11 February 2015 by

Asbestos-588x340Recovery of Medical Costs for Asbestos Diseases (Wales) Bill: reference by Counsel General for Wales [2015] UKSC 3, 9 February 2015 – read judgment here

Sounds like a rather abstruse case, but the Supreme Court has had some important things to say about how the courts should approach an argument that Article 1 of Protocol 1 to ECHR (the right to peaceful enjoyment of possessions) is breached by a legislative decision. The clash is always between public benefit and private impairment, and this is a good example. 

The Welsh Bill in issue seeks to fix those responsible for compensating asbestos victims (say, employers) with a liability to pay the costs incurred by the Welsh NHS in treating those victims. It also places the liability to make such payments on the insurers of those employers.

In short, the Supreme Court found the Bill to be in breach of A1P1, as well as lying outside the legislative competence of the Welsh Assembly.  Let’s see how they got there, and compare the conclusion with the failed A1P1 challenge brought in the AXA case (see [2011] UKSC 46, and my post here) concerning Scottish legislative changes about respiratory disease.

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Do Not Resuscitate notices: Patients’ rights under Article 8

17 June 2014 by

Hospital-BedR (on the application of David Tracey, personally and on behalf of the estate of Janet Tracey (deceased)) v Cambridge University Hospital and The Secretary of State for Health with the Resuscitation Council and Others intervening (17 June 2014) [2014] EWCA Civ 822 – read judgment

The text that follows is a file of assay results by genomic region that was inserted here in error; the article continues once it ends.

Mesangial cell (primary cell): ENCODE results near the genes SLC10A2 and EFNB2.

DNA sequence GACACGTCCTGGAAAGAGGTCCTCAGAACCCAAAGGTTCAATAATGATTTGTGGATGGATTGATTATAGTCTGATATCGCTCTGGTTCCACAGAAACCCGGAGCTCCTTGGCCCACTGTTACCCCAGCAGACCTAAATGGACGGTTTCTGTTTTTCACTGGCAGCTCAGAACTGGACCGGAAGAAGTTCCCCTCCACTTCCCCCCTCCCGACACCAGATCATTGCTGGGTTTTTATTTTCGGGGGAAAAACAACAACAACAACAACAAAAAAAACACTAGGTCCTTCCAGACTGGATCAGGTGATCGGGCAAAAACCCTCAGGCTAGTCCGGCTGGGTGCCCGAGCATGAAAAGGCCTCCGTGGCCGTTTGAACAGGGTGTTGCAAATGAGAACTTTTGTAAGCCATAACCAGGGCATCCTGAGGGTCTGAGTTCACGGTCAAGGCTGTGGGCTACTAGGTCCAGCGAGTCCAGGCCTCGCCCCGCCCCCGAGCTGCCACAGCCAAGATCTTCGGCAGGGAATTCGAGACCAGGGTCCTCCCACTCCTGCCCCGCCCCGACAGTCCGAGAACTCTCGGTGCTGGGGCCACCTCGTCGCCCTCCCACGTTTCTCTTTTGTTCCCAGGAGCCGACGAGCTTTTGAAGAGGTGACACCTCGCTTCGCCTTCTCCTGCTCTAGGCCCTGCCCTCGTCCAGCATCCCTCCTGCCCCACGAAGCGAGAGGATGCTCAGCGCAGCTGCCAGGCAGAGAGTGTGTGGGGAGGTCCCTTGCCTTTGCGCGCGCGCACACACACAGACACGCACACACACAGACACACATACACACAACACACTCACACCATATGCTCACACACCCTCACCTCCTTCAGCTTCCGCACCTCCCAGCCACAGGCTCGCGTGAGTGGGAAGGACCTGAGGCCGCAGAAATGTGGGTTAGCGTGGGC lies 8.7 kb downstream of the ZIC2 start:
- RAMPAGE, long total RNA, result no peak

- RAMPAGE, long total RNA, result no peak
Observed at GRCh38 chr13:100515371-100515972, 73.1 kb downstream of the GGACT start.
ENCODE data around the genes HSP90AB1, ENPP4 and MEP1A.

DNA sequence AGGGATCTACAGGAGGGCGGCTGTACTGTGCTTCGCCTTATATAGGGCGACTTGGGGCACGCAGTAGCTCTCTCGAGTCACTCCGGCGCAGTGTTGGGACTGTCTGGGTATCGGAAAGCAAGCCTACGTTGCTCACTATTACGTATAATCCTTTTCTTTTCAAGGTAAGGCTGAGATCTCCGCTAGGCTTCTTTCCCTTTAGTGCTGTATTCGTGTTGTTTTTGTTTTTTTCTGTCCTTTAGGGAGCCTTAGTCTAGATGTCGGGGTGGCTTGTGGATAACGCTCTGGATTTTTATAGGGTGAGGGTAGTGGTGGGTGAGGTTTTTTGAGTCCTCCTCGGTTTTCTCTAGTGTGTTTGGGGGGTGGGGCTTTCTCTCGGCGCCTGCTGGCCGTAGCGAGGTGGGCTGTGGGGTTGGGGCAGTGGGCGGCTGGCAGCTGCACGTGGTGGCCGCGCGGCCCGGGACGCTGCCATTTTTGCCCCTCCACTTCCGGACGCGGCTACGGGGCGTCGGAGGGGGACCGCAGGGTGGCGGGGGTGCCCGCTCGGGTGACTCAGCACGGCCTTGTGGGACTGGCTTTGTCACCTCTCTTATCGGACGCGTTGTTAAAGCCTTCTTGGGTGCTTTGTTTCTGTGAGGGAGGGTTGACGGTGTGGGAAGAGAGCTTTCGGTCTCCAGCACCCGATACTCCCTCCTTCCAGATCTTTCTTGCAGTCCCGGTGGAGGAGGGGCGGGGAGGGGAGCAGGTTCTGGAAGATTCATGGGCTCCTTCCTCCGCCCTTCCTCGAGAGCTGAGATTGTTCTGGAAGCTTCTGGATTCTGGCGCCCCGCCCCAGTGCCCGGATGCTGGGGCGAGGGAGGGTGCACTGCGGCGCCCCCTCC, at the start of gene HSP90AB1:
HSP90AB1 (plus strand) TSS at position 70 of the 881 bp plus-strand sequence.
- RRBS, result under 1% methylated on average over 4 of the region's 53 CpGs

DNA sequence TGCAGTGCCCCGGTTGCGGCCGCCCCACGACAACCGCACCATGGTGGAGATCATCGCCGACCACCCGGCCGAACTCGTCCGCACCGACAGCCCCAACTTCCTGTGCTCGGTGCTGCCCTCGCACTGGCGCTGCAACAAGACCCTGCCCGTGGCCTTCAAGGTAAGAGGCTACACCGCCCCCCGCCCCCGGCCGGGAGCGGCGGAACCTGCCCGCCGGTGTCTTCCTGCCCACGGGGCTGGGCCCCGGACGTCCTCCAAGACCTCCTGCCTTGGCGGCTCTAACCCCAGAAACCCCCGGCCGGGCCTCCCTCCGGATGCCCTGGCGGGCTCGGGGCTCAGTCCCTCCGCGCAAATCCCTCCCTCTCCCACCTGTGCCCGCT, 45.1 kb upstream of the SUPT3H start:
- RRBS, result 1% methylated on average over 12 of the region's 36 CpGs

Philip Havers QC, Jeremy Hyam and Kate Beattie of 1 Crown Office Row represented the appellant in this hearing. They have nothing to do with the writing of this post.

The Court of Appeal has declared that the failure of a hospital to consult a patient in their decision to insert a Do Not Attempt Cardiopulmonary Resuscitation Notice in her notes was unlawful and in breach of her right to have her physical integrity and autonomy protected under Article 8.

The Resuscitation Council, intervening, made the point that in recent years there has been a reduction of inappropriate and unsuccessful attempts at CPR . Their concern was that a judgment requiring consultation with the patient save in exceptional cases would be likely to reverse that process.

Background Facts

The wife of the appellant, Mrs Tracey, had been diagnosed with lung cancer in February 2011 and given nine months to live. Two weeks after this diagnosis she sustained a serious cervical fracture in a major road accident and was placed on a ventilator in a critical condition. When the medical team reviewed her treatment, a first Do Not Attempt Cardiopulmonary Resuscitation Notice was placed in her notes. However, she was subsequently successfully weaned from the ventilator and her condition appeared to improve. A few days later her condition deteriorated again and a second DNACPR notice was completed. Mrs Tracey died on 7 March.
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Not unlawful to refuse egg freezing therapy for Crohn’s sufferer

18 April 2014 by

bigstock-Boiled-Or-Raw-Egg-8015047Rose, R (on the application of) v Thanet Clinical Commissioning Group [2014] EWHC 1182 (Admin) 15 April 2014 – read judgment

Jeremy Hyam of 1 Crown Office Row represented the claimant in this case. He had nothing to do with the writing of this post.